In a drive through Holmes County in eastern Ohio, we passed by many pastoral farmlands abounding with corn fields and neatly bundled haystacks. The Amish, living in cities like Millersburg, Berlin, and Charm, have created in Holmes County one of the largest Amish communities in America, rivaling in size the Amish in Lancaster, Pennsylvania. For hundreds of years, the Amish have tilled this land, carefully tending it through hard work.
The best way to experience their way of life is to turn off the major roads into the small country dirt roads, where whole families may pass by in their horse-drawn, black buggies. The young and not-so-young ride their bicycles. A little boy sweetly turned out in his straw hat, blue shirt, and pants, returned a wave.
The Amish seem to fit in naturally with the other Ohioans; they were expected and extended every courtesy on the roads. We soon anticipated seeing the black buggies as we drove over the hill and slowed down accordingly. I smiled at the Yield sign on the back of their buggies, a nod to their coexistence with modern society.
Things to Do
We stayed only a little over a day in the area. We visited the Amish & Mennonite Heritage Center and took a tour of the Behalt Cyclorama, a 265-foot circular mural. Behalt means “to remember”. Our docent traced the history of the Amish from their Anabaptist roots in Zurich, Switzerland in 1525 to the present day. Unexpectedly, we were the only non-Amish in the tour that morning. The docent told a joke in their native Pennsylvania Dutch and received hearty laughter from the other guests. We were amused to be outside of the joke.
To understand more on Amish daily living, we visited Yoder’s Amish Home, which includes guided tours of two Amish homes. Children will love taking the horse and buggy ride. In the barn, a young Amish woman generously offered small bunnies and puppies for holding and tiny ponies for petting. It was definitely a hit with Mia and Ethan.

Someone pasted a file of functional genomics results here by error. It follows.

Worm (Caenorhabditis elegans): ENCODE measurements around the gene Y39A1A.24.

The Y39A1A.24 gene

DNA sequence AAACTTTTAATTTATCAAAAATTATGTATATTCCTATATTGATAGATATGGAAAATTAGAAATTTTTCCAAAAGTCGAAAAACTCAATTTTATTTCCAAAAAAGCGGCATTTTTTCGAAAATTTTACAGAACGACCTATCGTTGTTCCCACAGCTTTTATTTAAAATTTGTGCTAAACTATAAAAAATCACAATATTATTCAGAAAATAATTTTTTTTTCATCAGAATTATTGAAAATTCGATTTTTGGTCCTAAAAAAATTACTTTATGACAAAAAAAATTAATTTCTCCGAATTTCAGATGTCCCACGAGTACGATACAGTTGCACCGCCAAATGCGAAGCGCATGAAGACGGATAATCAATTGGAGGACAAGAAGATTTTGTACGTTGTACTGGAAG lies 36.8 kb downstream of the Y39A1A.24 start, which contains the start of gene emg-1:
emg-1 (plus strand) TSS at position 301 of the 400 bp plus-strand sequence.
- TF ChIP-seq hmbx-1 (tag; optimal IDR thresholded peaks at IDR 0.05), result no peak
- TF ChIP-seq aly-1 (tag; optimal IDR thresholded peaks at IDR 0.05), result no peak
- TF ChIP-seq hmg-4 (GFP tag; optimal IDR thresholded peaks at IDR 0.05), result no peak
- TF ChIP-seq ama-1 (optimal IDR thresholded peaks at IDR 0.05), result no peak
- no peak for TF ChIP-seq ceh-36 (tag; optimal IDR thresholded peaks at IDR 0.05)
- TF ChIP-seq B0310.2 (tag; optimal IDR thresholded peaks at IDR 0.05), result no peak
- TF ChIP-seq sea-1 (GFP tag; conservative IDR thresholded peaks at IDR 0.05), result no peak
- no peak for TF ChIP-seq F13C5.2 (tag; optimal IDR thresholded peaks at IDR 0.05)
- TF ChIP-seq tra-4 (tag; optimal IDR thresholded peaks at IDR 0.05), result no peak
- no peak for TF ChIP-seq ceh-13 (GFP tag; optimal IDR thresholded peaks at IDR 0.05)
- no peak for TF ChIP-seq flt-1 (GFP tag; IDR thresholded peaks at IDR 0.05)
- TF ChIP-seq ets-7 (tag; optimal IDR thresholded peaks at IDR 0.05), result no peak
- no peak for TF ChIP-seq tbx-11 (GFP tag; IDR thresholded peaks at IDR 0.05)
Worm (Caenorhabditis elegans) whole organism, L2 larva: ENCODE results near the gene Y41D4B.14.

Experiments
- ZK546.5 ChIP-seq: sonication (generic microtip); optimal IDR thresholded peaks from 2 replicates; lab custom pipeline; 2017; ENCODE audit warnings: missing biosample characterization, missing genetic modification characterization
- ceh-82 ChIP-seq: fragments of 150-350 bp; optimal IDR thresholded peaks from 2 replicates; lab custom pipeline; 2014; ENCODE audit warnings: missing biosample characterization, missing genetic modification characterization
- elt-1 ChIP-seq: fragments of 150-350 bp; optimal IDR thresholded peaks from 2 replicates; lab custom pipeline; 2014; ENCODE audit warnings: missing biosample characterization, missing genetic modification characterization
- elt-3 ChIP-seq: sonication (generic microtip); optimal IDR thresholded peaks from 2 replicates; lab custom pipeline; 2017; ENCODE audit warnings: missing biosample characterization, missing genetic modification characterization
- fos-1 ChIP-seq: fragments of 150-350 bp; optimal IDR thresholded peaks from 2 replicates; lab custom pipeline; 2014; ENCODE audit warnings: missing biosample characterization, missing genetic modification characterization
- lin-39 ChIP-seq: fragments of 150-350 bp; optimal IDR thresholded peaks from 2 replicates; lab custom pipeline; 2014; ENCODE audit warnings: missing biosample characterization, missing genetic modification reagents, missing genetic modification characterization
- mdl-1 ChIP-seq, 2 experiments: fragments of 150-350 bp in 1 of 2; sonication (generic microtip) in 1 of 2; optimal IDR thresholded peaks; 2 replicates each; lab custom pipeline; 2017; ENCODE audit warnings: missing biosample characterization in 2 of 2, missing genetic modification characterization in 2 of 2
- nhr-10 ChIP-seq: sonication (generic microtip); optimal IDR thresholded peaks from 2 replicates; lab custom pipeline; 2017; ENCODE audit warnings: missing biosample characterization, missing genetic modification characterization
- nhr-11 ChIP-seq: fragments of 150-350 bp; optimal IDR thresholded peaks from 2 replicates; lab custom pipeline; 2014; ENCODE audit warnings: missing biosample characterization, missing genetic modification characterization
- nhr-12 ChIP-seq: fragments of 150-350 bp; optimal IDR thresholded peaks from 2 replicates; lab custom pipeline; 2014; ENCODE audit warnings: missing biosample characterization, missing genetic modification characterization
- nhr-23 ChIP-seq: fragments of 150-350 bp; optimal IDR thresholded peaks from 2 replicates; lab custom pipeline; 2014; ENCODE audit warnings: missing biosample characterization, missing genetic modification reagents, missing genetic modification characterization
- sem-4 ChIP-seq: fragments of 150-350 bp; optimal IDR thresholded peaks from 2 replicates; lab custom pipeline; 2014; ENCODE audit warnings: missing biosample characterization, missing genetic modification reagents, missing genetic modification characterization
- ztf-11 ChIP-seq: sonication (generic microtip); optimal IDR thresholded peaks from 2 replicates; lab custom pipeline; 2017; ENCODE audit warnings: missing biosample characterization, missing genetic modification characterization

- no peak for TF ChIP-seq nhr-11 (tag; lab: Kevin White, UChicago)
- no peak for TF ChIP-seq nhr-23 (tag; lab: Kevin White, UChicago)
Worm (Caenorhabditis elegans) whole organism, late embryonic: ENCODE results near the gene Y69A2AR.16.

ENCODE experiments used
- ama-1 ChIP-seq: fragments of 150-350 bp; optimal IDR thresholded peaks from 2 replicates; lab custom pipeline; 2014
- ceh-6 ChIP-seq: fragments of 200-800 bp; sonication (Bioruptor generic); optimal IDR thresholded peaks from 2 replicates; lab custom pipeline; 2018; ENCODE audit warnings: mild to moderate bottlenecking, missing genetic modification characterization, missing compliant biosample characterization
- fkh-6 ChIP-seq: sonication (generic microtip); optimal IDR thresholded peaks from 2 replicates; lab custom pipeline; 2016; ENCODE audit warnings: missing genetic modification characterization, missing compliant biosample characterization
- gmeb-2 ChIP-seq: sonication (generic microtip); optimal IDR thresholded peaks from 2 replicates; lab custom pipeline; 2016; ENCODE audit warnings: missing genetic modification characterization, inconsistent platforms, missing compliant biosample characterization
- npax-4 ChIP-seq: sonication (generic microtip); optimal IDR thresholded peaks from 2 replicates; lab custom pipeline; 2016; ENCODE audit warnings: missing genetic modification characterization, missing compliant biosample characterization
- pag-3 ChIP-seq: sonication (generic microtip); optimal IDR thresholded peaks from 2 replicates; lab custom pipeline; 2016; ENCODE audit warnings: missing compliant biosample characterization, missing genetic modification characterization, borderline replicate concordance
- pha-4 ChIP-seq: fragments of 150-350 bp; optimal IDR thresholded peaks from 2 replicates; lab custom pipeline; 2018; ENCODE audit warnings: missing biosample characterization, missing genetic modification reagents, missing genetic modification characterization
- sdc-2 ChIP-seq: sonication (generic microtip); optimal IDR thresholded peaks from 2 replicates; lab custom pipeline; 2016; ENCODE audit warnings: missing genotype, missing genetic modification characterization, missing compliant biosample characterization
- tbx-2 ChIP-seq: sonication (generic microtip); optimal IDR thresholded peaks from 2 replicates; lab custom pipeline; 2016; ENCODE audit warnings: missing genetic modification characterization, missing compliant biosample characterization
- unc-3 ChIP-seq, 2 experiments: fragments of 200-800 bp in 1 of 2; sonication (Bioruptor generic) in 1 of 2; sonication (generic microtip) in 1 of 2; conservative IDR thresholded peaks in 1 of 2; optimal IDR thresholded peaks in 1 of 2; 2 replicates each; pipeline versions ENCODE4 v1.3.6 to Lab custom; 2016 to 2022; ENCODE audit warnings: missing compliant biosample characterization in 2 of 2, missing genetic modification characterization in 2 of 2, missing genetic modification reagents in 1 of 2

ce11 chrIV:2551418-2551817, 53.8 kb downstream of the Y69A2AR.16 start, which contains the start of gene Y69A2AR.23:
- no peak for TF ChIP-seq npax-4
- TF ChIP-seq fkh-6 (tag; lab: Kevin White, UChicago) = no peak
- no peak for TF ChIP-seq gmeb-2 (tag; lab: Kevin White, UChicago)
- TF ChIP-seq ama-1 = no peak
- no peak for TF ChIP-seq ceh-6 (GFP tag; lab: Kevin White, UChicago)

Boyd and Wurthmann Restaurant is a favorite among the locals. Everything is homemade and delicious, from hearty breakfast staples to fried chicken. Freshly baked bread is served with their signature peanut butter spread and apple butter. We had an early lunch and didn’t have to wait for a table, but twenty minutes later a line started to form that extended out the door. But service was friendly and brisk, and no one had to wait too long.
We also stopped by Hershberger’s Bakery. It has a nice selection of fresh produce and a large assortment of homemade pastries, including their famous fry pies, peanut butter spreads, and cheeses.
In taking a four-month trip through southeastern United States, we saw many microcultures. Besides the Amish, we saw scores of bikers on the Tail of the Dragon road in Tennessee. We listened to the bands and solo artists taking to the road, playing modest gigs in Nashville or on the street corners of Asheville. Kentuckians, generations deep in horse breeding, gave us a tour of the farm where champion Thoroughbred racehorses go to retire. Despite the problems facing our country, I feel reassured by the freedom that still exists to live as one pleases.